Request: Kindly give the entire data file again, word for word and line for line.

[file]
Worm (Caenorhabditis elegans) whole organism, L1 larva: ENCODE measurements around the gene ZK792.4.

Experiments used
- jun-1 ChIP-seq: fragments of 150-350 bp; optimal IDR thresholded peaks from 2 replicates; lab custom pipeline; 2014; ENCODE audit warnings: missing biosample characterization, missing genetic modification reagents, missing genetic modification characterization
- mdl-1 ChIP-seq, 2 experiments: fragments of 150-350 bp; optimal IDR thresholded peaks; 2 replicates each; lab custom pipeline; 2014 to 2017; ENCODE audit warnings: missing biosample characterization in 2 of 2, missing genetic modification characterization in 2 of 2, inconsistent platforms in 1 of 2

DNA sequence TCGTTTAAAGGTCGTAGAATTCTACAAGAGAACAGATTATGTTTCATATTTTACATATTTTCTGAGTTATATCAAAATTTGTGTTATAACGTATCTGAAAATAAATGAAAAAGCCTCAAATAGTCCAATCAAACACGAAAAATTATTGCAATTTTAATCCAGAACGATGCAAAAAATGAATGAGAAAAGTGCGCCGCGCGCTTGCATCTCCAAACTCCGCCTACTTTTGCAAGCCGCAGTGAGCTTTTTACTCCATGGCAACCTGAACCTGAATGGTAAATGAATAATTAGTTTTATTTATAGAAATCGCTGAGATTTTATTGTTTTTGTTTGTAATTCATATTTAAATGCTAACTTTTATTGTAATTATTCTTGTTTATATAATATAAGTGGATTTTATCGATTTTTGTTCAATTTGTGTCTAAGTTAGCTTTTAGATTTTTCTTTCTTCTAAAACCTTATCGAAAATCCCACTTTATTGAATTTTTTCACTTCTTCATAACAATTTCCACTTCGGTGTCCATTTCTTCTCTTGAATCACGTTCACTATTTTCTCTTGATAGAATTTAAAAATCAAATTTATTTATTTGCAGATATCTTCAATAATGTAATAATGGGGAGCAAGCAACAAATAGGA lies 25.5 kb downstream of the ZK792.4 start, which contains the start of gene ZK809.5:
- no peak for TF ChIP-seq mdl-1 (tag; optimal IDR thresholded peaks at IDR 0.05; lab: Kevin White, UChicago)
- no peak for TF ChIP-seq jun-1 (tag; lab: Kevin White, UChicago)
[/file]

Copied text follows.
Worm (Caenorhabditis elegans) whole organism, L1 larva: ENCODE measurements around the gene ZK792.4.

Experiments used
- jun-1 ChIP-seq: fragments of 150-350 bp; optimal IDR thresholded peaks from 2 replicates; lab custom pipeline; 2014; ENCODE audit warnings: missing biosample characterization, missing genetic modification reagents, missing genetic modification characterization
- mdl-1 ChIP-seq, 2 experiments: fragments of 150-350 bp; optimal IDR thresholded peaks; 2 replicates each; lab custom pipeline; 2014 to 2017; ENCODE audit warnings: missing biosample characterization in 2 of 2, missing genetic modification characterization in 2 of 2, inconsistent platforms in 1 of 2

DNA sequence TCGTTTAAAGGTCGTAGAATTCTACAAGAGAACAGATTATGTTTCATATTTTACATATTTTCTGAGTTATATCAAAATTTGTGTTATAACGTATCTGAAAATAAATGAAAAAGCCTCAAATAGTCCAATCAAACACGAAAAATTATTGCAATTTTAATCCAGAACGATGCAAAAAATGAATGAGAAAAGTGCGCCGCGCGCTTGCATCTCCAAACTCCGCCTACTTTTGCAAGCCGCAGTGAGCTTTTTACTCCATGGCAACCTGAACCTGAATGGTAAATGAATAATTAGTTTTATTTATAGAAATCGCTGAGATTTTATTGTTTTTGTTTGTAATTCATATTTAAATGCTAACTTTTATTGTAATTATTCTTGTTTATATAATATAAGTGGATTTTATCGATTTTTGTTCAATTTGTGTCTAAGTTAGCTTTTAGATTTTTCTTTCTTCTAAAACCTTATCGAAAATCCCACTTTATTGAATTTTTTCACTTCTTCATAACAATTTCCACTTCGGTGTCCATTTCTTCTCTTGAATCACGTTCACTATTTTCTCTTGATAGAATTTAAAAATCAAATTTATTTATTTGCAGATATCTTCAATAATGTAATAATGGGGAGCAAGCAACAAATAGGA lies 25.5 kb downstream of the ZK792.4 start, which contains the start of gene ZK809.5:
- no peak for TF ChIP-seq mdl-1 (tag; optimal IDR thresholded peaks at IDR 0.05; lab: Kevin White, UChicago)
- no peak for TF ChIP-seq jun-1 (tag; lab: Kevin White, UChicago)